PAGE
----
Derry violence: 74 petrol bombs thrown in worst night of disorder for years


More than 70 petrol bombs were thrown and a flyover set on fire during a sixth successive night of violence in Derry.

Children as young as eight were among crowds of 200 people rioting in one of the worst nights of trouble in the city, also known as Londonderry, in decades on Thursday.

Video footage showed one young male protester hurling a petrol bomb at the windscreen of a passing van from point-blank range.

Riot police fired plastic baton rounds as they attempted to disperse crowds who built makeshift barricades in the largely Republican Bogside neighbourhood.

Two pipe bombs were also aimed at officers.

A 22-year-old man was later arrested on suspicion of attempted murder.

The week of violence was sparked after the city hosted its first protestant Twelfth parade in five years.

Superintendent Gordon McCalmont,of the PSNI, said 74 petrol bombs had been thrown in total and his officers had faced a “prolonged and sustained attack”.

He said: “I am saddened, disheartened and frustrated that yet again police officers committed to keeping this local community safe have been attacked by a small number of people within it.

“It is nothing short of a miracle that officers were not injured.”

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He added: “While we have seen many young people involved in these attacks over the last number of nights, it is clear this is being orchestrated by a more sinister, adult, violent dissident republican element. This cannot continue. This must end now.”

However, not everyone was intimidated by the disorder.

Tourist Barbara Wexler, visiting from New York, said she had found the march – and Republican reaction – enlightening.

“It’s very interesting,” she told the Belfast Telegraph. “It’s giving us a better understand of Irish history and it’s all very complex and gives us a good handle of different countries and what their internal struggles are.”

Karen Bradley, secretary of state for Northern Ireland, said the attacks were “completely unacceptable”.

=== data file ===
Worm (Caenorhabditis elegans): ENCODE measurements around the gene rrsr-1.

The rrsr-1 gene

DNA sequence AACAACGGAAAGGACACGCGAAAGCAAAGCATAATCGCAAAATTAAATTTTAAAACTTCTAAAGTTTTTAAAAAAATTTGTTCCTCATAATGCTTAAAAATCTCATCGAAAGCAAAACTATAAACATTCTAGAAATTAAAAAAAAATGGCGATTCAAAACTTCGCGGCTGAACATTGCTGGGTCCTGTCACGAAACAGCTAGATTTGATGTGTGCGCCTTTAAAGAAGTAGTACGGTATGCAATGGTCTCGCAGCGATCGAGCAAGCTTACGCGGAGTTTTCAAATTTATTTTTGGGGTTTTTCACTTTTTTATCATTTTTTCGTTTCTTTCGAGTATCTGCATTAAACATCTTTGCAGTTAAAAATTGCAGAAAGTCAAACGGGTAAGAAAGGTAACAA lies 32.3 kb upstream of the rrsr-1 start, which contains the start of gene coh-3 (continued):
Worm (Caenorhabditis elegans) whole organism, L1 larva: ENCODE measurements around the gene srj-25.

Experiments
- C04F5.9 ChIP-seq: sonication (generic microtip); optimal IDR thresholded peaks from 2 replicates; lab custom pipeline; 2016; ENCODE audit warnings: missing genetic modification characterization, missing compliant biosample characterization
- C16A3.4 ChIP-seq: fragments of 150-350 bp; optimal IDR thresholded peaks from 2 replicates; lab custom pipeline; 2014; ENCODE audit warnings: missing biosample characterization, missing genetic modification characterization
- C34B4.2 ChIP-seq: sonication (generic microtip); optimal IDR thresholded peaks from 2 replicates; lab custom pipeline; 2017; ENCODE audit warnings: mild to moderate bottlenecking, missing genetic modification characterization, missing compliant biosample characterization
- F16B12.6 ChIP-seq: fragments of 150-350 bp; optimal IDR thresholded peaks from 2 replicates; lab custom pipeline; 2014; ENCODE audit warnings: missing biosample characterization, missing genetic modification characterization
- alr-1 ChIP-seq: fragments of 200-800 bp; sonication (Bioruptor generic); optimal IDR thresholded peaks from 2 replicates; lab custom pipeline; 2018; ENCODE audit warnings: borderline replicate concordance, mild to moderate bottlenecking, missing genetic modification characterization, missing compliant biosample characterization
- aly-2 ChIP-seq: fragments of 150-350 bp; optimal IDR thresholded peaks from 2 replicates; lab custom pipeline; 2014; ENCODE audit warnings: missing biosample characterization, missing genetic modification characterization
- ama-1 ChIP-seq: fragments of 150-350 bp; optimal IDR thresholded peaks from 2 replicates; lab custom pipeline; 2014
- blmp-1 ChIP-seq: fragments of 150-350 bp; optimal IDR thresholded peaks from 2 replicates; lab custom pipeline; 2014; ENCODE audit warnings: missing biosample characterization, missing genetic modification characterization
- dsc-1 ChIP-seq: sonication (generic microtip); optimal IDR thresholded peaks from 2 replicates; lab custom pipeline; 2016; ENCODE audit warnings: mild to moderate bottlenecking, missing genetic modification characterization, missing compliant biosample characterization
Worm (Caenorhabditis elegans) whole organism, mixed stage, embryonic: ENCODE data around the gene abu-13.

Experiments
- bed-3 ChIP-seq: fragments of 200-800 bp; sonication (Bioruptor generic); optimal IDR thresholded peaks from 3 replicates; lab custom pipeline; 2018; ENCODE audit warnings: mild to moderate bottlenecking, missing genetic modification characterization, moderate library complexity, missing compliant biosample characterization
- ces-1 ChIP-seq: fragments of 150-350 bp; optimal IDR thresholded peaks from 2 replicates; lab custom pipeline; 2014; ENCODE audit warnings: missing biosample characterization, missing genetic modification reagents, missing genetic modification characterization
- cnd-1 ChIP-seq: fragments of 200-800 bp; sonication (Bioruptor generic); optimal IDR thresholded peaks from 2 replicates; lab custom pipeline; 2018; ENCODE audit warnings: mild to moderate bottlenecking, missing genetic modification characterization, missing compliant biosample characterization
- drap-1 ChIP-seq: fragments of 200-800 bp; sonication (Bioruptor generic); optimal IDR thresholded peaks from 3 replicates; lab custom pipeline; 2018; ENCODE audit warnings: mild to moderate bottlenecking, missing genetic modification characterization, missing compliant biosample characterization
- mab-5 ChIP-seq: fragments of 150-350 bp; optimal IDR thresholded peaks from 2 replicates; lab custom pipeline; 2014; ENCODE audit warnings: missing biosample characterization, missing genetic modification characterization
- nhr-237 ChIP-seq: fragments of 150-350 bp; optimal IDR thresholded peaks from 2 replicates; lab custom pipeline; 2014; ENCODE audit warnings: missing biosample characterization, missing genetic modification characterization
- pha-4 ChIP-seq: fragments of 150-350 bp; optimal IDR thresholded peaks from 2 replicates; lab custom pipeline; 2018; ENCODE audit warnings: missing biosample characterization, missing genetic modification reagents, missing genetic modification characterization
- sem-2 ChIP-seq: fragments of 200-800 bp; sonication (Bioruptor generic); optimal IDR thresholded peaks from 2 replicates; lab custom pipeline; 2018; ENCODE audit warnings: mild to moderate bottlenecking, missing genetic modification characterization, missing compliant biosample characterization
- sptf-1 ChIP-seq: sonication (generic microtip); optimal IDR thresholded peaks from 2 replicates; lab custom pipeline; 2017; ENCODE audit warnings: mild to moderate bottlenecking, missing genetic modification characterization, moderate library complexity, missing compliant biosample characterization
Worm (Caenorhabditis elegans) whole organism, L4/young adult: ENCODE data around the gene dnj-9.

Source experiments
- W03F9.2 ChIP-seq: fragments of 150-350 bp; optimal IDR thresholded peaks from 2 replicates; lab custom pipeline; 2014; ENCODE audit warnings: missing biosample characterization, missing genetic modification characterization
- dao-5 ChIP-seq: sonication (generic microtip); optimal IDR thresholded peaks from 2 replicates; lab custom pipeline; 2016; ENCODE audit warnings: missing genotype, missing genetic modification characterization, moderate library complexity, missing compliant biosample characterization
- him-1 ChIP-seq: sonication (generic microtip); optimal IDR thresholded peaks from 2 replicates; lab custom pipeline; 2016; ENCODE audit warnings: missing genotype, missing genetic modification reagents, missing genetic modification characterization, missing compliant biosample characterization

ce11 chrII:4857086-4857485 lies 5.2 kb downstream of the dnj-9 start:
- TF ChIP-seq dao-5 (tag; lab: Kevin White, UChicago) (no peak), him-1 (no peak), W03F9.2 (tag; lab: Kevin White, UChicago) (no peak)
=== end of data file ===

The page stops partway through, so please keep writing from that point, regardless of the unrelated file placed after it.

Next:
“My full support goes to the PSNI and others who are working so hard to end this intolerable violence by a small minority,” she said.

Colum Eastwood, leader of the nationalist SDLP, said the violence was “terrifying people in their own homes”.

He said: “These people who are supposedly republicans, who are supposedly trying to get a united Ireland are destroying their area. Now, I don’t know how many times we have to learn this lesson that this does not work. It’s not only morally reprehensible, it’s strategically stupid.”

Sinn Féin‘s Elisha McCallion also called out “sinister elements” controlling the violence.

“People in the Bogside were afraid for their lives last night,” she said. “Those involved in it and indeed those behind the scenes stirring up this type of activity, need to catch themselves on.”

In a tweet on Friday morning, Arlene Foster, leader of the unionist DUP, said: “Really disturbing scenes…someone will be killed if this continues.”

Earlier in the week on Tuesday, machine gun fire was directed at police – though no one was hurt either incident.

Rioters have also targeted homes in the unionist Fountain estate.

Wednesday night also saw violent scenes in Belfast, with loyalists blamed for the disorder.

Masked men hijacked and set vehicles on fire amid fury about moves to reduce the size of two loyalist Eleventh Night bonfires.

Thousands of Orange Order members took part in Twelfth of July parades across Northern Ireland on Thursday to mark the 1690 victory of Protestant King William of Orange over Catholic King James II at the Battle of the Boyne.

It is the biggest date in the Protestant loyal order parading calendar.

Press Association contributed to this report

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